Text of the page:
Since its establishment in 1989, Rovos Rail has earned an international reputation for its truly world class travel experiences. Step aboard the wood paneled coaches, classics remodeled and refurbished to mint condition, and enjoy fine cuisine in five-star luxury as some of the most varied scenery imaginable unfolds beyond the windows. Recapture the romance and atmosphere of a bygone era, when privileged travelers experienced the magic and mystery of Africa in a relaxed and elegant fashion. The trains, which may be hauled by steam, diesel or electric locomotives at various stages of the journey, carry a maximum of 72 passengers in 36 superbly appointed suites.
Rovos Rail operates two classic 20-coach, 72 berth trains as well as a third 13-coach, 42-berth Edwardian train which is available year round for charter. Each one of these carriages, from kitchen cars to sleeper coaches and guards vans, has its own story. A few dating back to 1911 were constructed in Europe and shipped to South Africa in the first half of the last century. The coaches have been painstakingly rebuilt and the use fine wood paneling, traditional furnishings and period décor has ensured an atmosphere of elegance and grandeur. Exquisite pillared dining cars are a signature of the Rovos Rail trains. Each of the trains has two 42-seater dining cars to accommodate the maximum complement of 72 passengers in total comfort at one sitting. Each train has a non-smoking Observation Car at the rear of the train, while the coach next to it contains a small smoking lounge. A unique feature of the Observation Cars is the enlarged windows and open-air balconies.
An enthusiastic team of chefs is responsible for overseeing the very important task of ensuring guests every need is catered for, while considerable thought and meticulous planning goes into making up the menus. Unlike many of the great trains of the world, travelers are on board the trains for several days at a time, requiring a much wider selection of meals. There’s an accent on fresh local ingredients, and traditional dishes such as game are a specialty. Every morning there’s a full breakfast with dishes cooked to order. A selection of cold meats, croissants, pastries, fresh fruit, yoghurts, cereals and preserves make up a tempting breakfast buffet. For lunch and dinner there is a starter and a choice of fish, meat or vegetarian dishes, followed by a tempting dessert and are complemented by a selection of excellent South African wines. All meals are served in one sitting only in the charming Victorian atmosphere of the Dining Cars. In maintaining the spirit of travel of a bygone era, there are no radios or television sets onboard.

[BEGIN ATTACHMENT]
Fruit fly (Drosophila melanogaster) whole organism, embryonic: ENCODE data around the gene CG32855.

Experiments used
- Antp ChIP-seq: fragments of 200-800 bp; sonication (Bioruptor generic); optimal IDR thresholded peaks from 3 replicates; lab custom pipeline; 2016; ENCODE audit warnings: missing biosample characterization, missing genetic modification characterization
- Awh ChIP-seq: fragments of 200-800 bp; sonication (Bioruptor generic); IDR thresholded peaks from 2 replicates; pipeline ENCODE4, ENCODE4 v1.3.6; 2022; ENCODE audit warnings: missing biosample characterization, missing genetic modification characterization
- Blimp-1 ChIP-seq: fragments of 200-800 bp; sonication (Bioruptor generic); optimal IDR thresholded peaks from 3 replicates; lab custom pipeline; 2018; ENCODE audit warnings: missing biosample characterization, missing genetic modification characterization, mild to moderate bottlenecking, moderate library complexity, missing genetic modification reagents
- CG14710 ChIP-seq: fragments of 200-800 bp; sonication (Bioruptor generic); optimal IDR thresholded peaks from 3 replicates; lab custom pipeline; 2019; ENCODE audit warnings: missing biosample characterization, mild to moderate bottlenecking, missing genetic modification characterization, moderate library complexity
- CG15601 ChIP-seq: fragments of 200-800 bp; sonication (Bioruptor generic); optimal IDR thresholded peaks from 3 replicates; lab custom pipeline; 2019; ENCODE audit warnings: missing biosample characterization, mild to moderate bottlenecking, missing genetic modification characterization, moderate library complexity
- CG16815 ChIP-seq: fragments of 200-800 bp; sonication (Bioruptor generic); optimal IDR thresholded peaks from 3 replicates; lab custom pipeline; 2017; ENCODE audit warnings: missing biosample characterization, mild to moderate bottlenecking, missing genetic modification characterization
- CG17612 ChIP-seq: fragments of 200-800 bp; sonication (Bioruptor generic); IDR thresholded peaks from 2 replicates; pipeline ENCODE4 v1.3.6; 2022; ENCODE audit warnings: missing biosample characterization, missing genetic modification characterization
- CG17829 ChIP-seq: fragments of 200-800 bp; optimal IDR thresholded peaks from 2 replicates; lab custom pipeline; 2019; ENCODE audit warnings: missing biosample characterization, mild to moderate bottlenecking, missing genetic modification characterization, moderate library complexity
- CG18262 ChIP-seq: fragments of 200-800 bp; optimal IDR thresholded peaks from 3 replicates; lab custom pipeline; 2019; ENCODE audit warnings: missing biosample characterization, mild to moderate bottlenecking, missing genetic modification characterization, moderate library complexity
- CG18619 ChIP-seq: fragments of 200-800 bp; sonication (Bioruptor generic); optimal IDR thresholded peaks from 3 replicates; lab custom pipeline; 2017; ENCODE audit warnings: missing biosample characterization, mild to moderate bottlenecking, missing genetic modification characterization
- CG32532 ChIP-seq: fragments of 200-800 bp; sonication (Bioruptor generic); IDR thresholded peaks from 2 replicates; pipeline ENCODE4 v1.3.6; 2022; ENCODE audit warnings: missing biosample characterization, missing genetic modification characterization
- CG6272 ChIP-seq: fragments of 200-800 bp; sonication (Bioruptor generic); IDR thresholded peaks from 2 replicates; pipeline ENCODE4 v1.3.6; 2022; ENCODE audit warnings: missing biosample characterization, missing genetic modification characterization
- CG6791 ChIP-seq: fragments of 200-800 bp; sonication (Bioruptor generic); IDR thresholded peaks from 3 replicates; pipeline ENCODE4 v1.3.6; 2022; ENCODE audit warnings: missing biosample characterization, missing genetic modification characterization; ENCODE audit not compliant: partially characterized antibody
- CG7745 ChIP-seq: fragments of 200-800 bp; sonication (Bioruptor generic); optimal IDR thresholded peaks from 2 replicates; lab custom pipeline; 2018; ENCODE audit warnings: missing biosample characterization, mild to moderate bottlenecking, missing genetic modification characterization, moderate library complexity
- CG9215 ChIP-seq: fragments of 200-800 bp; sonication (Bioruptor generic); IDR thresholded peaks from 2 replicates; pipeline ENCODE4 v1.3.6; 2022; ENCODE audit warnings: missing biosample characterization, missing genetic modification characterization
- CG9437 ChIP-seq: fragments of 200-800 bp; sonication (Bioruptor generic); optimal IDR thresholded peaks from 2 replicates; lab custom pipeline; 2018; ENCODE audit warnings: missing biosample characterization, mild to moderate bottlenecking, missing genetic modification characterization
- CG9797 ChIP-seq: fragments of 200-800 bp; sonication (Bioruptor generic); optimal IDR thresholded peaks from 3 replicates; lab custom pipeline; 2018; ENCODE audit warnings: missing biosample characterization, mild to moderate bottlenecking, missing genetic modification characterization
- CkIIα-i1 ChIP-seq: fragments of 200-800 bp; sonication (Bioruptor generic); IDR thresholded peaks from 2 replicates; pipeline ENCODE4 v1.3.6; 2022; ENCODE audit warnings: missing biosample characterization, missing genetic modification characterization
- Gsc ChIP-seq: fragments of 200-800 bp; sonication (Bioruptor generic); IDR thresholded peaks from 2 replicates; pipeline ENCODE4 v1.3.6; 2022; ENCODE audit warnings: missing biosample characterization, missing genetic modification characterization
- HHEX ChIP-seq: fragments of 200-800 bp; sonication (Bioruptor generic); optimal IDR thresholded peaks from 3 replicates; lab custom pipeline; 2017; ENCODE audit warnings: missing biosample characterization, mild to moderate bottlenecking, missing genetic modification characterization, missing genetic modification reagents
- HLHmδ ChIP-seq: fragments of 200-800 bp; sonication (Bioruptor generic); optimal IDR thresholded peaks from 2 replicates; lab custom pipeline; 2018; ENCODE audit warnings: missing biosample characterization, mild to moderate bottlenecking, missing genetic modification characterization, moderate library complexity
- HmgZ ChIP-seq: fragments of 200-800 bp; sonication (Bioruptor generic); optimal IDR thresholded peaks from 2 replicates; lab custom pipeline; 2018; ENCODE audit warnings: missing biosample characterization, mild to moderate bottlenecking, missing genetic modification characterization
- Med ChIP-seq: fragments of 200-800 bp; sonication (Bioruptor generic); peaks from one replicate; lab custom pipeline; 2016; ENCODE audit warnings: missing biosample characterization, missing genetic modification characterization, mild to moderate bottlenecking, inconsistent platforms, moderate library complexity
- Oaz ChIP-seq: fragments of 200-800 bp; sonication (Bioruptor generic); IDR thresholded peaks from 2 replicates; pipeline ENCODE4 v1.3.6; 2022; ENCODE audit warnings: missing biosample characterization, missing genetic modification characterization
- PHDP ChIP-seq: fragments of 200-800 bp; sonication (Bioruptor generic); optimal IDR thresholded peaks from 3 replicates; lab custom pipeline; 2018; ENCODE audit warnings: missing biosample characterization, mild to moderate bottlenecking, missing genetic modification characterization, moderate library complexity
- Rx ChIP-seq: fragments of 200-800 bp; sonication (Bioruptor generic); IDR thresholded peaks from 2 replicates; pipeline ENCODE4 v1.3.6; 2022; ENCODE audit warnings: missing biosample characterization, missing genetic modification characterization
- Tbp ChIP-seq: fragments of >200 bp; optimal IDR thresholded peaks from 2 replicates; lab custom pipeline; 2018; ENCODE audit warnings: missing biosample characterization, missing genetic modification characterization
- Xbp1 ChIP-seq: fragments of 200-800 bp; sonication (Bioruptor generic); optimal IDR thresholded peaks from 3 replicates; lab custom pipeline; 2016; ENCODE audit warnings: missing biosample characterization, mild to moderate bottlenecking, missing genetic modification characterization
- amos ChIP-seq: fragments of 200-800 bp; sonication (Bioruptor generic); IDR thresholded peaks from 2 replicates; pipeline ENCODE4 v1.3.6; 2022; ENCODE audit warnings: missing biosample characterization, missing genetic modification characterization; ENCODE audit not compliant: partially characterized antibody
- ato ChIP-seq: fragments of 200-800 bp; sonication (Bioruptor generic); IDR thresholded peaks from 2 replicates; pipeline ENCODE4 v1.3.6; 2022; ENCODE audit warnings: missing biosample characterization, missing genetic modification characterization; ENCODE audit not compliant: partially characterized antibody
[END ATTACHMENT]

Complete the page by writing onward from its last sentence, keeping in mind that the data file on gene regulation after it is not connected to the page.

There is no finer way to see the country than on the popular 48-hour weekly journeys between Pretoria and Cape Town. This 1600-kilometer journey is a perfect illustration of South Africa as a world in one country. Travel the grasslands of the gold rich Highveld to the haunting barrenness of the Great Karoo. Trundle through the spectacular mountain ranges and scenic wine lands of the Cape. Journey’s end is Cape Town, the Mother City of South Africa, cradled by the imposing bulk of Table Mountain, Devil’s Peak and Lions Head. Highlights of the north and southbound routes include a visit to the historic village of Matjiesfontein. This authentic perfectly preserved Victorian Village, which was founded by Mr Logan as a refreshment stop in 1890, also boasts an impressive museum on the platform. A stop is also made in Kimberley providing an opportunity to enjoy a city tour and a visit to the Mine Museum and the world’s largest man-made excavation, the Big Hole.
The special three-day safari between Pretoria and Durban departs during the summer months and includes game drives in two varied and unique game reserves. The train departs in the morning from Rovos Rail’s Station in Pretoria and slowly meanders eastwards through the grasslands of the Highveld. It then descends the escarpment between Belfast and Waterval Onder, taking the train through what is surely the most spectacular sundowner scenery in South Africa. Awake in Malelane for breakfast as the train travels along the boundary of the world-famous Kruger Park. The safari continues south towards Swaziland for an afternoon game drive in the Mkhaya Game Reserve. Travel overnight to the Hluhluwe Game Reserve in Zululand, sanctuary of the endangered Black and White Rhino. Enjoy an early morning game drive during which a large variety of game can be seen. The train departs mid morning and winds its way through the lush cane fields and rolling hills of KwaZulu Natal, to arrive in Durban by late afternoon where this scenic safari ends.